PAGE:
The Krebs cycle is named after its discoverer, Hans Krebs. It is also known as the citric acid cycle or the tricarboxylic acid cycle. It is a series of chemical reactions required for cellular respiration; it involves redox, dehydration, hydration, and decarboxylation reactions that produce ATP (adenosine triphosphate), a coenzyme energy carrier for cells. The waste product, in the form of carbon dioxide, is also produced as well as further sets of reactants used to regenerate the original reaction.
Glycolysis, Pyruvate Oxidation and the Krebs Cycle
Glycolysis, the process of splitting a six-carbon glucose molecule into two three-carbon pyruvate molecules, is linked to the Krebs cycle. For each glucose molecule respired, the cycle reactions occur twice as two pyruvic acid molecules are formed. Glycolysis is an anaerobic reaction which occurs in the cytoplasm of the cell. The rest of the reactions in cellular respiration are aerobic, therefore requiring oxygen, and occur in the mitochondria of the cell. The three-carbon pyruvic acid molecules are converted to a two-carbon molecule attached to Coenzyme A, called acetyl CoA, via the process of pyruvate oxidation. It is the product, acetyl CoA, which enters the Krebs cycle.
Chemical scheme of Krebs cycle - tricarboxylic acid (citric) cycle, 2d illustration. Image Credit: Chromatos / Shutterstock Steps in the Krebs Cycle
The Krebs cycle is a closed-loop set of reactions in eight steps:
The two-carbon acetyl CoA is combined with a four-carbon oxaloacetic acid and hydrolyzed to produce a six-carbon compound called citric acid or citrate.
Citrate is then converted into isocitrate, a six-carbon isomer of citrate by dehydrating and then hydrating the molecule to reshuffle its structure.
Isocitrate is oxidized and decarboxylation occurs with a carbon dioxide molecule released. The coenzyme NAD+ is reduced to form another dinucleotide, NADH. With the removal of the carbon molecule, the five-carbon molecule α-ketoglutarate is produced.
The α-ketoglutarate molecule is oxidized, NAD+ is reduced to form NADH and another carbon molecule is released. The four-carbon molecule produced combines with Coenzyme A, forming the unstable succinyl CoA compound.
A phosphate group replaces the Coenzyme A in succinyl CoA, which is then transferred to ADP (adenosine diphosphate) to form ATP. The transference of the phosphate groups occurs between GDP (guanosine diphosphate) to form GTP (guanosine triphosphate) in some cells. The four-carbon molecule that remains is called succinate.
The remaining steps of the Krebs cycle regenerate oxaloacetic acid from succinate:
Succinate is oxidized to form the four-carbon molecule called fumerate. The electron carrier FAD (flavin adenine dinucleotide), is reduced to FADH2 by the transference of two hydrogen atoms.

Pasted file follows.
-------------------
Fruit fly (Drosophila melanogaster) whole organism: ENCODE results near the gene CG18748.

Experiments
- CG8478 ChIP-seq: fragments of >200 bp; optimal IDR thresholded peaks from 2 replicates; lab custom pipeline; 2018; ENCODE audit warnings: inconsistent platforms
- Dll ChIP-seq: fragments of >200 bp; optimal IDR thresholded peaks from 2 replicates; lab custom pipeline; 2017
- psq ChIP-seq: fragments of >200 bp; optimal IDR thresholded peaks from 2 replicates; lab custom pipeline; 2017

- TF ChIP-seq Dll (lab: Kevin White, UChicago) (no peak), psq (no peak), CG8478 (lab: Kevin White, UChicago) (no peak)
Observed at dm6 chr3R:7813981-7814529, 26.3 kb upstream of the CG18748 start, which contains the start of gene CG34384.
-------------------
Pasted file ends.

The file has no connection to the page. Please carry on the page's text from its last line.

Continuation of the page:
Fumerate is converted into the four-carbon molecule called malate by the addition of a water molecule.
The original reactant oxaloacetic acid is regenerated by the oxidation of malate. The coenzyme NAD (nicotinamide adenine dinucleotide) is reduced to NADH by the transference of one hydrogen atom.
Products and Functions of the Krebs Cycle
For one cycle, two molecules of carbon, three molecules of NADH, one molecule of FADH2 and one molecule of ATP or GTP are produced. Each glucose molecule produces two molecules of acetyl CoA, enough for two cycles. These products can be multiplied by two to produce the per-glucose yield. Though only one ATP (or GTP) is produced directly per cycle, the products NADH and FADH2, can produce ATP (or GTP) in a further process of cellular respiration called oxidative phosphorylation.
The main function of the Krebs cycle is to produce energy, stored and transported as ATP or GTP. The cycle is also central to other biosynthetic reactions where the intermediates produced are required to make other molecules, such as amino acids, nucleotide bases and cholesterol. The Krebs cycle is found in all cells that use oxygen. Combined with the process of oxidative phosphorylation, the Krebs cycle produces the majority of energy used by aerobic cells with the percentage energy provided for humans being greater than 95%.
Redox: The combined name of the complimentary oxidation and reduction processes. Oxidation is the gaining of oxygen. Reduction is the loss of oxygen.
Hydration: The addition of a water molecule.
Dehydration: The subtraction of a water molecule.
Decarboxylation: The removal of a carboxyl group and the release of a carbon dioxide molecule.
Isomer: Two compounds with the same formula but a different structural arrangement of atoms.
Berg JM, Tymoczko JL, Stryer L. Biochemistry. 5th edition. New York: W H Freeman; 2002. Chapter 17, The Citric Acid Cycle.
https://www.ncbi.nlm.nih.gov/books/NBK21163/ Berg JM, Tymoczko JL, Stryer L. Biochemistry. 5th edition. New York: W H Freeman; 2002. Section 17.1, The Citric Acid Cycle Oxidizes Two-Carbon Units.
https://www.ncbi.nlm.nih.gov/books/NBK22427/ RSCB Protein Data Bank- Molecule of the Month: Citric Acid Cycle.
www.khanacademy.org/.../the-citric-acid-cycle Further Reading